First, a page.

SAFETY TIP TUESDAY
Provided by the NCESD Workers' Compensation Trust
Hidden Dangers in our Schools & Offices
Schools are not typically thought of as dangerous environments; yet, each year thousands of education service employees across the US suffer injuries to the neck, back, shoulders and lower extremities due to slips, trips, and falls, being struck or caught by objects, or as a result of how their computer work station is arranged. Here are some tips to help prevent these types of injuries.
PREVENTING SLIPS, TRIPS AND FALLS
Stay Clutter-free - Make sure all materials and supplies such as boxes, files, etc., are safely stored in their proper location to prevent the clutter in walkways.
Secure and Cover Cords - Electrical cords crossing walkways or under rugs can create potential trip hazards as well so, keep them secured and covered.
Step Up Safely - Standing on chairs and furniture to extend your reach, especially rolling office chairs, creates a significant fall hazard. Always use a stepladder whenever you need to reach something at an elevated height. Stepladders must be fully opened and positioned on firm, level ground. Never climb higher than the step marked as the highest safe standing level.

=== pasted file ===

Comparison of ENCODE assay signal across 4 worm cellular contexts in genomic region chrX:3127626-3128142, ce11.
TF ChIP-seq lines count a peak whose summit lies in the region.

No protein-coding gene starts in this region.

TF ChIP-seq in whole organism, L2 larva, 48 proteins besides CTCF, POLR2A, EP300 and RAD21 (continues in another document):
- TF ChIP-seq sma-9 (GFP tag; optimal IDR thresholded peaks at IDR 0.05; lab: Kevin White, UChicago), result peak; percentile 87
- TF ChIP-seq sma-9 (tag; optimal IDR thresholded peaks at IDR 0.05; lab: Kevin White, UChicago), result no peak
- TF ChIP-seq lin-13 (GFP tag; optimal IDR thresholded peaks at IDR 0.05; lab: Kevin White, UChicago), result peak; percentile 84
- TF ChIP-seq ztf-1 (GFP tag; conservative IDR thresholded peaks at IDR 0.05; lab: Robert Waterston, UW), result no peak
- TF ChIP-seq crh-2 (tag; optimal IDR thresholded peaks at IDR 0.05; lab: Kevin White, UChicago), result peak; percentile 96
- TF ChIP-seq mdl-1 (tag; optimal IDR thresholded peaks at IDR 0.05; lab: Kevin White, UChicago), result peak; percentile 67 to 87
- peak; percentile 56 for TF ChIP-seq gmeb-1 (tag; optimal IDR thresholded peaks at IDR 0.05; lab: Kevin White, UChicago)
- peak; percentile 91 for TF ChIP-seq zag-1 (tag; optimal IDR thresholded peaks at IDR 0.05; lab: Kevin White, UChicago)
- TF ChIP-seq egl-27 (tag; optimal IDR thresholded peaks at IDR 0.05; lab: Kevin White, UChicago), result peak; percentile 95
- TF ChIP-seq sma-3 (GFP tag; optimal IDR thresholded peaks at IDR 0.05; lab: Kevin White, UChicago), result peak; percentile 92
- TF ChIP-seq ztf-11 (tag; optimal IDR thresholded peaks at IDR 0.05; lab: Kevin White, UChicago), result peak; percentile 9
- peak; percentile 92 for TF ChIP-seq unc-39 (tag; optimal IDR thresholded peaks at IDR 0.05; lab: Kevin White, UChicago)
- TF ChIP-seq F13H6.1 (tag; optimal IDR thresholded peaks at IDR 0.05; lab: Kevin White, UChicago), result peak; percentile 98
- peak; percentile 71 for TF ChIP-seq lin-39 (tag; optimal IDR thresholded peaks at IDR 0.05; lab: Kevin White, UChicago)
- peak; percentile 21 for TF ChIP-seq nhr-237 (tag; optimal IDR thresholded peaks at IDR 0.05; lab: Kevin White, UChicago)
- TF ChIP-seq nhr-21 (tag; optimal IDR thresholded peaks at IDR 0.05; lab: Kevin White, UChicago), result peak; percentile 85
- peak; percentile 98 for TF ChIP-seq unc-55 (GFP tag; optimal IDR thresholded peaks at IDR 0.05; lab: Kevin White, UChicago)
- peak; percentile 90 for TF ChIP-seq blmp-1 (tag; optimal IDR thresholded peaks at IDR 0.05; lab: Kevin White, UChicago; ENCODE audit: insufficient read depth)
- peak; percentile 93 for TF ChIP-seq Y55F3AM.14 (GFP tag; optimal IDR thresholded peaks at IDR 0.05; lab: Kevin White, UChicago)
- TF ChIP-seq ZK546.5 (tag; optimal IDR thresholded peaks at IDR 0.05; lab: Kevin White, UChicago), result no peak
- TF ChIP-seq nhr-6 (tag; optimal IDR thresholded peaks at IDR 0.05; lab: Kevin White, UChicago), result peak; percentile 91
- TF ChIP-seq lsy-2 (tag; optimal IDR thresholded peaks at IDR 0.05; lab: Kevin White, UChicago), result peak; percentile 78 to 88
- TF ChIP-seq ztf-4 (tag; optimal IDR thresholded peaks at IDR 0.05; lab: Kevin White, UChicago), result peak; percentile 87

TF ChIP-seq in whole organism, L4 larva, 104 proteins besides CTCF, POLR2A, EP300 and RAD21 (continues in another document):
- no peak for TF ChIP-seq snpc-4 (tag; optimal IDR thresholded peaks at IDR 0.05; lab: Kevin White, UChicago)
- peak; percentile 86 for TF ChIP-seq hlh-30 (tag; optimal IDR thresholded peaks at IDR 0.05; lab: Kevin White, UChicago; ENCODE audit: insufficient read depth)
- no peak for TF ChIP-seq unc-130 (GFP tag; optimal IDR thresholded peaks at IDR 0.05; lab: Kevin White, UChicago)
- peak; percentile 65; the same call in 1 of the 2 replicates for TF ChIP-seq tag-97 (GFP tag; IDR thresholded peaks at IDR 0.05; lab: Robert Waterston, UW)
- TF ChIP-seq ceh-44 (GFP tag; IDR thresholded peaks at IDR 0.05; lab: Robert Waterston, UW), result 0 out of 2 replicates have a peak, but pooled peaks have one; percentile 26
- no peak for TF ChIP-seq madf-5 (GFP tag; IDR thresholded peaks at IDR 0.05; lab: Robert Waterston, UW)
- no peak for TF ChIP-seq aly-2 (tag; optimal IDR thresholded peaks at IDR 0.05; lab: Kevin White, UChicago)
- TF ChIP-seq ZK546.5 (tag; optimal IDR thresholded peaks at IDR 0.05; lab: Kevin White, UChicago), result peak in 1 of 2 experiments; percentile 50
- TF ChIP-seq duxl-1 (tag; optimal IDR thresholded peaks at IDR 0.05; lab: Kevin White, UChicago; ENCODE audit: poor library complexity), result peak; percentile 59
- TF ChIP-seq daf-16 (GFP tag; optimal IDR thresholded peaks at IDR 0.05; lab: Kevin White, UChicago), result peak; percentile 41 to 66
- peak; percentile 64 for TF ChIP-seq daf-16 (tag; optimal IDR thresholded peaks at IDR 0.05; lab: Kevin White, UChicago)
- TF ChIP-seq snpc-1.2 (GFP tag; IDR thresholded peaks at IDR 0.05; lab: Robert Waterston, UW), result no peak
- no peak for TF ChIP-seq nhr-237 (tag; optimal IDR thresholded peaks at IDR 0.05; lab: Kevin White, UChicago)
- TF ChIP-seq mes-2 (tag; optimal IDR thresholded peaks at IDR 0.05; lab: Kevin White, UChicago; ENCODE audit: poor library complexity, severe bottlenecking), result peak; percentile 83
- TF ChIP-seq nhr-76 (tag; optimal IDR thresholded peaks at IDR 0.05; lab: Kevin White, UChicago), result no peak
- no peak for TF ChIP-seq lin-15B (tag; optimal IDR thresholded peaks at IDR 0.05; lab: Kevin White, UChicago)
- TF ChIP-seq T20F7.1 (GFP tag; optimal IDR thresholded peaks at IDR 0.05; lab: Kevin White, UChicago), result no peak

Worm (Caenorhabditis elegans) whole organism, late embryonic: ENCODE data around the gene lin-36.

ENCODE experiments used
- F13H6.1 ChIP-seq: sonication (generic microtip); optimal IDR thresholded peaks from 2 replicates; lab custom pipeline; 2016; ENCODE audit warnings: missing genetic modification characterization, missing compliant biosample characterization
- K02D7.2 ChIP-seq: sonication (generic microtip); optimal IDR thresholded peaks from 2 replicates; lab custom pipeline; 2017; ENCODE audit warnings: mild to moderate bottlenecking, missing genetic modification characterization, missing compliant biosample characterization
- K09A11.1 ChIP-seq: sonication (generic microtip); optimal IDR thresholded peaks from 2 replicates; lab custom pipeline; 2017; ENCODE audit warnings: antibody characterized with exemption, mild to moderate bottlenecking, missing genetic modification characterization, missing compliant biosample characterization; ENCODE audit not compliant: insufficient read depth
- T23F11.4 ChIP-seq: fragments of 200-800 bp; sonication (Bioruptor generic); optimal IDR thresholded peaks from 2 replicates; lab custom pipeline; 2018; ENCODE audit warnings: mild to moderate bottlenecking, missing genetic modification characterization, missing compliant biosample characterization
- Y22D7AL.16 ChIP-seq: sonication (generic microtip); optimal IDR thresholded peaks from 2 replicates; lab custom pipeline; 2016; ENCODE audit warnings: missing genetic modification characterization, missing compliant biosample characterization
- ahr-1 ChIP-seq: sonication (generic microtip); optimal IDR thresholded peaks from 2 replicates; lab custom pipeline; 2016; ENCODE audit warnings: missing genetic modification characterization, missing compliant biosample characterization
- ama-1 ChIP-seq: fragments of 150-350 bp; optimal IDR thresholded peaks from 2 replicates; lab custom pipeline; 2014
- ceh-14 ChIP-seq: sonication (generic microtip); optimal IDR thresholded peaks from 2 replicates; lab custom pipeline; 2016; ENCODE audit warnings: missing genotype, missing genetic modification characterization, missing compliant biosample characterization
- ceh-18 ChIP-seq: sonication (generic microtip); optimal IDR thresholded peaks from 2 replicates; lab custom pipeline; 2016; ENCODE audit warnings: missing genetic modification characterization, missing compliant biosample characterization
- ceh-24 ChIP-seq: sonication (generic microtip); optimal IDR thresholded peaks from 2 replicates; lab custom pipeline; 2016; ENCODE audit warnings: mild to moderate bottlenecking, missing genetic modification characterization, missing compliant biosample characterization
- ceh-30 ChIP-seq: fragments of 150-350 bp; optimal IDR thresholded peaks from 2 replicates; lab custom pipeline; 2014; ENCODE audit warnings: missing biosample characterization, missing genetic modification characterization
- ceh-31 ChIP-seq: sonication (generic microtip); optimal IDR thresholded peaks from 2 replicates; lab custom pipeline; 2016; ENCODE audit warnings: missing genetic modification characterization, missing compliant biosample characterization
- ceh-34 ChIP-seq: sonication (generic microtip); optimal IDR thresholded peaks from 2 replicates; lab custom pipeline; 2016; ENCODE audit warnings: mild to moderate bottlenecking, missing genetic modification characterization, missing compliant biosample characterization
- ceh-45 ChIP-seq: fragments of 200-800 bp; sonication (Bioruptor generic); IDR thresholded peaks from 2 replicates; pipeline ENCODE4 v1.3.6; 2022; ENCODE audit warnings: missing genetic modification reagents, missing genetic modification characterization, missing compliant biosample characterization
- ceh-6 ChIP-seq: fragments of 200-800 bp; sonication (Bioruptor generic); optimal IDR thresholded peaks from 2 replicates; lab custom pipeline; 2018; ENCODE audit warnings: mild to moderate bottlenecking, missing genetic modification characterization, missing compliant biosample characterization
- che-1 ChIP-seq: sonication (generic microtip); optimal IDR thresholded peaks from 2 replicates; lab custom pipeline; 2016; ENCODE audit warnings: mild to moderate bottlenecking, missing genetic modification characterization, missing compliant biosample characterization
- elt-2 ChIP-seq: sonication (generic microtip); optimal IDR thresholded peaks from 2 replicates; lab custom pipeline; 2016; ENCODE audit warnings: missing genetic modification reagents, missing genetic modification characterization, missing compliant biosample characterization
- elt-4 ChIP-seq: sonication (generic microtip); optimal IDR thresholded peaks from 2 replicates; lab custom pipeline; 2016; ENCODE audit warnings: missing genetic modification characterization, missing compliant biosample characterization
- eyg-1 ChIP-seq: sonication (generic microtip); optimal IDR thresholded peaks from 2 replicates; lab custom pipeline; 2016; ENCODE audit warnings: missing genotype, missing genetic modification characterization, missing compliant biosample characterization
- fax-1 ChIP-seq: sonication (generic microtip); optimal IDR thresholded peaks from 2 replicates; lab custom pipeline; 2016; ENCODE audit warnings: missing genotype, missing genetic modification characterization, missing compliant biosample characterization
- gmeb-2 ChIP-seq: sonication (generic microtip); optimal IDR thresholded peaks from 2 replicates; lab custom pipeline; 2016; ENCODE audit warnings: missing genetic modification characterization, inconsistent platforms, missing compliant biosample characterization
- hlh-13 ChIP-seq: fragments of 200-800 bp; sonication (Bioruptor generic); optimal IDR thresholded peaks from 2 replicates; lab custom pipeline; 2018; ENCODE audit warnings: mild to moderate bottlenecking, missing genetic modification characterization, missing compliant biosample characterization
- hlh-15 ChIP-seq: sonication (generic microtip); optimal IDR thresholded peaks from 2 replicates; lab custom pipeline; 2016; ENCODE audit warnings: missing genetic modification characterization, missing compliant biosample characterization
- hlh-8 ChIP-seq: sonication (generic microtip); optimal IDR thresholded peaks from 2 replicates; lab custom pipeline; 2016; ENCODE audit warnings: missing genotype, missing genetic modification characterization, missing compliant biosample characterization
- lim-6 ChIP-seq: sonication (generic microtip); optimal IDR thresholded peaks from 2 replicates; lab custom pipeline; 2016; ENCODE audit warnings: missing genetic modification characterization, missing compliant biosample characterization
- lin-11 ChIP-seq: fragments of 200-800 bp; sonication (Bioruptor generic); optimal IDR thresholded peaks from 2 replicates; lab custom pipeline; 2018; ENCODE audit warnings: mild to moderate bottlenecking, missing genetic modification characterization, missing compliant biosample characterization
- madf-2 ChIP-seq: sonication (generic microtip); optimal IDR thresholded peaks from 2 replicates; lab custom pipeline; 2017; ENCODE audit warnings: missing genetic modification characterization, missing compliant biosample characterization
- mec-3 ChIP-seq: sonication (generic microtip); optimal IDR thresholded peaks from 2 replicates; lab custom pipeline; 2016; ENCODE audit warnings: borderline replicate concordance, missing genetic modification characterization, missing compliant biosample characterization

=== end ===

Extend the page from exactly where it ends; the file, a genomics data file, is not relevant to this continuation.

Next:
Maintain a Clear Line of Vision - Workers can collide when making turns in the hallways and at blind corners or cubicle walls. Keep your eyes on path and slow down when turning corners to avoid a collision.
TIPS TO AVOID BEING STRUCK OR CAUGHT BY AN OBJECT
Shut the Drawer - File cabinets can tip over if you open too many heavy drawers of a cabinet that has not been properly secured. Open drawers on desks and file cabinets can also create trip hazards. Be sure to completely close drawers when not in use.
Safe Stacking - Large stacks of materials and heavy equipment can cause injuries if knocked over. Heavy objects should be stored close to the floor. Be careful not to exceed the load capacity of shelves or storage units.
REDUCING THE RISK OF AN ERGONOMIC INJURY
Adjust Your Chair To Fit Your Body – Tilt the chair backrest backwards about 10 degrees and adjust your chair so the backrest supports the natural inward curve of your lower back; your thighs are parallel to ground; your knees are the same level as your hips; and your feet rest comfortably on the floor.
Correctly Position Your Monitor – Position your monitor directly in front of you, about an arm’s length away (18-30"), with the top of the monitor at or just below eye level. You may need to raise the monitor slightly if you use bifocals or trifocals.
Correct Mouse Placement – Place the keyboard and mouse at the same level to prevent stress on your neck and shoulders.
Take a Break - Frequent micro breaks help reduce fatigue, musculoskeletal discomfort, and eye strain. Get up and stretch for 1-2 minutes every hour and follow the 20-20-20 rule, looking away from the computer monitor 20 feet for 20 seconds every 20 minutes.